Carles Aleñá’s loan to Getafe is a domino effect, as small an effect as it may be, for the Barcelona midfield. The longer lasting impact on any of the players affected by the loan will obviously be Aleñá. The good news is that he is meeting back up with friend Marc Cucurella and will be joined by Takefusa Kubo, who cut his loan at Villarreal short to head back to a Madrid side that isn’t his parent club.

There is absolutely no secret how Pepe Bordalás wants his Getafe side to play. It’s physical, it’s defensive, and it’s not very pretty. Yet, unlike the side that stormed the castle of the Europa League spots for the last two seasons, this year’s version of Getafe is currently in 16th place, one point above Elche in 18th in the relegation zone.

Aleñá was a cog in the Real Betis machine last spring, but he was simply one of a few creative midfielders alongside Sergio Canales and Nabil Fekir. At Getafe, it’s pretty easy to see that he (and Kubo) arrive as the two most creative and tricky players in the squad. Watching Cucurella at Getafe is a reminder that the technical mastery and tactical excellence learned at La Masia can be useful for that side – as long as the defensive side of the ball is taken care of.

As I wrote last month, the worry that Aleñá is a defensive liability is overblown and without accuracy. I’ve been critical of Barcelona’s loans of the last decade, but Juan Miranda’s returns at Real Betis and success for Aleñá at Getafe could both prove to be great moves for the players and both clubs. Win-win-win loans are rare, so I celebrate them when they happen.

While Aleñá works to make his name in Madrid (gross way of saying that I know), Riqui Puig is back in Barcelona apparently sticking around this January. After recent results have vaulted the club back into third place, there is a sense that Ronald Koeman’s job is safe until the end of the season. This makes the reasons for Puig sticking around to be a bit puzzling.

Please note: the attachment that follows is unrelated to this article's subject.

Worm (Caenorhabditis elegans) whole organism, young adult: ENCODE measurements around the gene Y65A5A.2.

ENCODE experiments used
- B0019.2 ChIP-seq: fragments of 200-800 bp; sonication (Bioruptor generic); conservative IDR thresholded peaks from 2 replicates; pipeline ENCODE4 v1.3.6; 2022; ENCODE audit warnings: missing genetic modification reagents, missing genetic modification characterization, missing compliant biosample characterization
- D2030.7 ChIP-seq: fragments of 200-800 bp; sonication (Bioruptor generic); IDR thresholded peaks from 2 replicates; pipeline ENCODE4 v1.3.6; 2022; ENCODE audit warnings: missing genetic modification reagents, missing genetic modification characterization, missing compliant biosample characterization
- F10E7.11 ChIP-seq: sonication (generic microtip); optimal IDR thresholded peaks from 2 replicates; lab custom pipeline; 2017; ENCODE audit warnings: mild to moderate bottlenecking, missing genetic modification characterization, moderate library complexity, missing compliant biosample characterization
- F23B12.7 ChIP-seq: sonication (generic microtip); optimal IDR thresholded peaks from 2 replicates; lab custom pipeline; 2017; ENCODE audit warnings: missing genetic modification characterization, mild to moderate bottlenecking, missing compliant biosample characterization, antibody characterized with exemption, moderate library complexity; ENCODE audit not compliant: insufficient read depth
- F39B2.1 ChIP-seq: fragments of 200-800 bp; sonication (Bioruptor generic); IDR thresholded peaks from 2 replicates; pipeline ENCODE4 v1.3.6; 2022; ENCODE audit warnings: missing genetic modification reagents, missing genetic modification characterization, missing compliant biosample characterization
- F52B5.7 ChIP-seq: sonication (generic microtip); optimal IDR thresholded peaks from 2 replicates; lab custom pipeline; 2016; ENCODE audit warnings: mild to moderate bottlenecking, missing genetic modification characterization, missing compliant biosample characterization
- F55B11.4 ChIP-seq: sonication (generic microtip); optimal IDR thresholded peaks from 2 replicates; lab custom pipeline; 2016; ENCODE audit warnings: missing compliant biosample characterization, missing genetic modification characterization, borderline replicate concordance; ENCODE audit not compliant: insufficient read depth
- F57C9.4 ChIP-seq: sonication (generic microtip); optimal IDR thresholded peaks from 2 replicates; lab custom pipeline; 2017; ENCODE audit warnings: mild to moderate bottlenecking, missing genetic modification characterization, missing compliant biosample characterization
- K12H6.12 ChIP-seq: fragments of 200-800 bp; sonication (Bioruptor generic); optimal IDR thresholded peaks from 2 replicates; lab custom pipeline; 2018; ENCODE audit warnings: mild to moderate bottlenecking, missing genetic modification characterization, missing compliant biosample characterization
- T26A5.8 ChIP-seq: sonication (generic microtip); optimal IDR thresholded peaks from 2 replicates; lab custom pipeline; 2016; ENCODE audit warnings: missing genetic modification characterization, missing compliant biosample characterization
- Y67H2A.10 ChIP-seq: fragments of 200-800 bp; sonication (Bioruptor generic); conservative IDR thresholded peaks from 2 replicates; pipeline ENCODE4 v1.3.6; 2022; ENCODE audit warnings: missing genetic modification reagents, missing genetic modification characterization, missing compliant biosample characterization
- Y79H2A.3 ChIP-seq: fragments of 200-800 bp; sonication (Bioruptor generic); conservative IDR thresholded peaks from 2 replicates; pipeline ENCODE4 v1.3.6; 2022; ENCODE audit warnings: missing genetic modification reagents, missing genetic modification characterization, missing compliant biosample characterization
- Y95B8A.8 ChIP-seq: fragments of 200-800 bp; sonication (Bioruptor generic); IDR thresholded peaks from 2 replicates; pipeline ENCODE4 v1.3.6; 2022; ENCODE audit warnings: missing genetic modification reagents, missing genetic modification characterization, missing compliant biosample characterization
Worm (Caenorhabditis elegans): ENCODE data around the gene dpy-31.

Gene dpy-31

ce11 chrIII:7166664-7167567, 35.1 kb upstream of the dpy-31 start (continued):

Aleñá had played just five matches this season, three of which came in the Champions League group stage in matches that Puig also took part in. It’s not like Puig will be taking those minutes. Puig himself has played just four minutes of La Liga action across two matches, coming on in the dying moments against Getafe and playing as the lone midfielder in what could be best described as a 7-1-2. Don’t expect Puig to be leaving the bench anytime soon – even with Philippe Coutinho sidelined for a few months. Koeman has showed that he would rather change the formation or use less substitutes instead of playing Puig.

The name that is directly benefitting from Aleñá’s loan though is Ilaix Moriba. The 17-year-old has a birthday next week, and that milestone has been accompanied by call-ups to training and the match squad against Granada. Not to be negative, but that doesn’t mean he will feature. As I’ve spoke about before, Jandro Orellana and Nico González, his midfield partners in Pimienta’s 4-3-3, are both having better seasons than Moriba. Moriba still has the higher ceiling though, and he is getting paid like a first team player, so one does have to wonder if birthday and first team call-up being so close to one another are more contractual causation more than Aleñá loan correlation.

As Konrad de la Fuente, who has appeared in the Champions League but not La Liga, could attest, making the bench for the first team doesn’t guarantee game time. Konrad has been on the bench for nine La Liga matches without a minute played. Taking Moriba with the first team on the weekend and away from Barcelona B creates a new challenge and a solution for Pimienta. Currently, Moriba and González are still registered with Juvenil A, and until that changes potentially this month, Pimienta has been restricted in his line-up choices by only being able to use those two plus two other Juvenil A talents. By getting them registered with Barcelona B, it widens his player pool, as some Juvenil A players are already proving to be more reliable than some of Pimienta’s B players. In the meantime, if Moriba does miss matches it gives Pimienta the option to use other Juvenil A players in his place in positions of greater need.

It would be great to see Moriba make his first team debut against Granada, but don’t expect it. Same goes for seeing Puig get more minutes and Konrad making his La Liga debut. Koeman is playing with the players that have rescued the club to third place (even if they are the players that got Barcelona in that mess in the first place), so don’t expect much change. That said, the stubborn Koeman has recently switched to a 4-3-3 and with that formation change has come some of the best Frenkie de Jong we’ve even seen at Barcelona and continued excellence from Pedri. Just like with a young player’s loan, ya win some, ya lose some.

Expected line-ups:

Barcelona (4-3-3): ter Stegen; Alba, Araújo, Mingueza, Dest; Busquets, de Jong, Pedri; Dembélé, Griezmann, Messi

Granada (4-4-2): Silva; Neva, Vallejo, Sánchez, Quini; Machis, Herrera, Gonalons, Kenedy; Suárez, Soldado

Dan Hilton is an American journalist, broadcaster, and current Editor-in-Chief of BarcaBlog. Extensive work as a play-by-play broadcaster, producer behind the scenes, and quite average player in his younger years has given him a well-rounded and informative perspective on the sport. Alongside BarcaBlog founder Francesc, Dan started The Barcelona Podcast in 2017